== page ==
The lethal incompetence of Europe’s counter-terror police
The jihadist who terrorised Brussels last month was hiding in plain sight.
Last month, the Belgian security forces demonstrated their lethal incompetence to the world.
On the evening of 16 October, Abdessalem Lassoued, sporting a fluorescent orange jacket and armed with a military rifle, rode around Brussels on a scooter, shooting people while shouting ‘Allahu Akbar’. Lassoued, a 45-year-old Tunisian migrant, managed to kill two people and injure another in the streets near the King Baudouin Stadium, which was hosting a Belgium vs Sweden football match.
Over the course of 10 hours, Lassoued was filmed in several different locations by numerous citizens, acting calmly and with complete impunity. It took until dawn the following day for the Belgian police to finally take him down. He was caught enjoying a coffee in a café in the Schaerbeek district. That he was in Schaerbeek was hardly a surprise. It’s an area so closely associated with violent Islamism that it’s known as an ‘incubator for terrorism’.
All of this raises the question as to how he managed to stay at large for so long. After killing his first two victims, Lassoued even had the time and space to record and upload a video claiming responsibility for the attacks. And still the police were nowhere to be seen.
It is not as if he was dressed in black and moving stealthily through darkened streets. He was riding a scooter, wearing a brightly coloured jacket and shouting ‘Allahu Akbar’. He couldn’t have drawn more attention to himself if he had been walking around playing the cymbals and shouting through a megaphone.
During the tense hours following the attack, Belgian police had plenty of help – not least from Lassoued’s own wife, who had shown up at the police station that night to aid the pursuit. Social-media users were also able to use videos of the attack and AI tracking tools to pinpoint the exact spots where Lassoued had been. Yet even with key, near-real-time information, the Belgian authorities proved incapable of apprehending Lassoued.
Instead, he was able to terrorise Brussels all night long. Indeed, thousands of football fans were forced to stay inside the stadium until the early hours, when the police were finally able to secure them a safe exit.
Adding to the sense of grim farce, anonymous sources have since reported that the police had in fact located the terrorist after the attack. But at that point, they had not yet been authorised to take him down, so he effectively escaped.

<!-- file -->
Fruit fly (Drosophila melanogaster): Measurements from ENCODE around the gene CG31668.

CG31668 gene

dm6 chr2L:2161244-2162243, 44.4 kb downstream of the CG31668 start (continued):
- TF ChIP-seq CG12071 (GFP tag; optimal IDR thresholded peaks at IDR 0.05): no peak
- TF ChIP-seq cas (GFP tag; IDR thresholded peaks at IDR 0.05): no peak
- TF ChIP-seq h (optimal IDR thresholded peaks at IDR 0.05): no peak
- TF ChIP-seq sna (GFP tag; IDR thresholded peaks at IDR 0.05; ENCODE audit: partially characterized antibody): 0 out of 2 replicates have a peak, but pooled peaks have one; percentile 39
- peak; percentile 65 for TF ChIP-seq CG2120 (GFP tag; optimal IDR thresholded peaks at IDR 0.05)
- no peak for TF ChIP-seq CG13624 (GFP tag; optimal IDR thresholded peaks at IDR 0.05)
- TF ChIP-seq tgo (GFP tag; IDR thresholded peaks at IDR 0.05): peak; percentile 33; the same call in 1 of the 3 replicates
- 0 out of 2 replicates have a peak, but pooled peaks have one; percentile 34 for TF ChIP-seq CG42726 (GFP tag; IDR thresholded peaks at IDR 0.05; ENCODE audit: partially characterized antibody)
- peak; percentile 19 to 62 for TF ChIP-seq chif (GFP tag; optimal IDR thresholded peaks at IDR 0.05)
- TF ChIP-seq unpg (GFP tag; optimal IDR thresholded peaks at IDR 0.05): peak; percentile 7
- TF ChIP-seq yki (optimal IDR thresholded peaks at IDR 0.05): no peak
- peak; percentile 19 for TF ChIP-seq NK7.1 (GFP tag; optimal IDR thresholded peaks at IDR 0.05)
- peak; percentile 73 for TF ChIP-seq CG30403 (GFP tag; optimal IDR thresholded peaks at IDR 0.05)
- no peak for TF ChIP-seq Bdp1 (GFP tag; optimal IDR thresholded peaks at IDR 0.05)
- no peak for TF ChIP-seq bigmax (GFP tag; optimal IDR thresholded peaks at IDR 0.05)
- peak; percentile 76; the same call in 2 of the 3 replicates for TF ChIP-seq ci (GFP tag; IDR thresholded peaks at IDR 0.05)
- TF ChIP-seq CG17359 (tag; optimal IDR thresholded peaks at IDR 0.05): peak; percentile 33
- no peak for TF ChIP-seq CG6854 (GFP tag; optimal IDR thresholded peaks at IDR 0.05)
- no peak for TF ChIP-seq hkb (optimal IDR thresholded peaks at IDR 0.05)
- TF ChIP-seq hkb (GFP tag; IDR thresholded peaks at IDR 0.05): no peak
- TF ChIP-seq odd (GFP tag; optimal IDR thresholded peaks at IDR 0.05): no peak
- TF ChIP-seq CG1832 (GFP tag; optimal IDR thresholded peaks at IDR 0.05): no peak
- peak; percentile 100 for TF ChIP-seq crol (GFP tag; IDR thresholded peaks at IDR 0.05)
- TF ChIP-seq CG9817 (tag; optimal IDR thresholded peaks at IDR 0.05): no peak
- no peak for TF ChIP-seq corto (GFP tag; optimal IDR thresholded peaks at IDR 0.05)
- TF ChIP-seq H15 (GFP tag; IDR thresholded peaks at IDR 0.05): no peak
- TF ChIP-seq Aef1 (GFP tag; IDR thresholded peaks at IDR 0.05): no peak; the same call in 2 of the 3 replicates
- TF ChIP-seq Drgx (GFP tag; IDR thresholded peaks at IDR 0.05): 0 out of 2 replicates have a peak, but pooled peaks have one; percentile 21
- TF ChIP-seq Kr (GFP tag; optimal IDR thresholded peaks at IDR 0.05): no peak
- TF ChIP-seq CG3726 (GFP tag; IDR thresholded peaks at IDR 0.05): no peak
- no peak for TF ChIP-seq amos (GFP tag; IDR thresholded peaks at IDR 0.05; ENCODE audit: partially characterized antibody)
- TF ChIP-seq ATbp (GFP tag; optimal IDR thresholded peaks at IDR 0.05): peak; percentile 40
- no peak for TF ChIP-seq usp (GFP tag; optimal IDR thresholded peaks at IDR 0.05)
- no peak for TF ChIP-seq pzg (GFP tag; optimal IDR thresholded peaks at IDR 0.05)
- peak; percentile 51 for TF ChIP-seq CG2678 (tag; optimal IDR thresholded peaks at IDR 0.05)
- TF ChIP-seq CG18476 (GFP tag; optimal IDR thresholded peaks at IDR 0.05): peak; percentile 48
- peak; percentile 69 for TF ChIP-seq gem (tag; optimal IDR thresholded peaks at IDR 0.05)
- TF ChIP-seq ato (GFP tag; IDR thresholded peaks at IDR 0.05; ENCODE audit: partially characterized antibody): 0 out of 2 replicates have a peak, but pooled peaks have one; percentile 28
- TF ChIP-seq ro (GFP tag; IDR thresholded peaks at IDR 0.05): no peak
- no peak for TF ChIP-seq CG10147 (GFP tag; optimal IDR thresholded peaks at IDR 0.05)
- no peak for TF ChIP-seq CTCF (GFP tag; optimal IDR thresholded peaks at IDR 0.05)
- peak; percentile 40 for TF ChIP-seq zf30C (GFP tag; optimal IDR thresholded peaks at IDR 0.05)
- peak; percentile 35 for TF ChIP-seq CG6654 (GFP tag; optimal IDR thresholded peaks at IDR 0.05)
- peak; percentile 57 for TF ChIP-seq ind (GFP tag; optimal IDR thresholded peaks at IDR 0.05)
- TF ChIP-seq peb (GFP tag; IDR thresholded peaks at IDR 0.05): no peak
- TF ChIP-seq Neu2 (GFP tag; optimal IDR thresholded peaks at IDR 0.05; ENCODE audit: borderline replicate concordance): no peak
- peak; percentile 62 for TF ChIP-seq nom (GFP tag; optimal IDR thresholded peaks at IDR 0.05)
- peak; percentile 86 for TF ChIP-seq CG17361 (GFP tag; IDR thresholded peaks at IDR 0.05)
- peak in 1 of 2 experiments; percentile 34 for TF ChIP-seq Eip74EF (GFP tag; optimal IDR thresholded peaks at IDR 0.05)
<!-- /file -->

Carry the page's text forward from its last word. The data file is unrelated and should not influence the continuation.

The Brussels terror attack was clearly handled hopelessly. Yet so far, only Belgium’s justice minister, Vincent Van Quickenborne, has resigned. He was already on thin ice after nearly being sacked in September following ‘Pipigate’. This refers to an incident at his 50th birthday party, when several guests were filmed urinating on a police patrol car outside his home. It seems the authorities’ mismanagement of the Lassoued case finished Van Quickenborne off.
After the attack, it emerged that the Belgian state had failed to process Tunisia’s request for Lassoued’s extradition on 15 August 2022. If you’re wondering why Tunisia were seeking to extradite him, it’s because he escaped a Tunisian jail in 2005.
What’s clear is that Lassoued should never have been in a position to carry out this terror attack. After his prison escape, he arrived illegally in Europe, via the Italian island of Lampedusa, in 2011. He then passed through Italy, before being jailed for two years in Sweden for drug trafficking. He then finally landed in Belgium.
The Belgian police ought to have known since at least 2016 that he was dangerous. After all, Italian intelligence services had already identified him as radicalised and therefore a threat. As recently as last year, he had been flagged again by a local Brussels task force as a terror risk.
This horrific attack has clearly demonstrated the dysfunctional approach to counter-terrorism right at the heart of the EU.
Of course, after every one of these terror attacks, European politicians make the usual solemn declarations. ‘We are united against terrorism’, they will say on cue. Yet they seem incapable of doing anything about it. And the threat continues to grow.
According to the Spanish newspaper, La Razón, Interpol has put the number of individuals in Europe suspected of having links to jihadism at 30,000. Yet only a few hundred are under surveillance.
This is clearly inadequate. It allows countless, clear terror threats to operate unseen. And we have already seen the consequences of this lax approach. Take Abdullakh Anzorov. He was the young Russian of Chechen origin who beheaded teacher Samuel Paty in France in 2020. He was not under surveillance even though his half-sister had joined ISIS in 2014. Or take the Moroccan jihadist who, in January this year, stabbed a clergyman to death and left another wounded during an attack on two churches in Algeciras, Spain. He was not under surveillance despite the fact that he was due to be deported. Or take, most recently, Mohammed Mogouchkov, from the Russian republic of Ingushetia, who last month stabbed a teacher in Arras, France. The police had classified him as radicalised and were monitoring him. Yet when it mattered, they missed him.
Abdessalem Lassoued provides a case study in bureaucratic incompetence and complacency. It’s clear that Europe is hardly defending itself. Potential terrorists are able to move all too freely. European security forces need to get their acts together, before another terrorist, hiding in plain sight, strikes again.
Itxu Díaz is a Spanish journalist, political satirist and author.
Picture by: Twitter.
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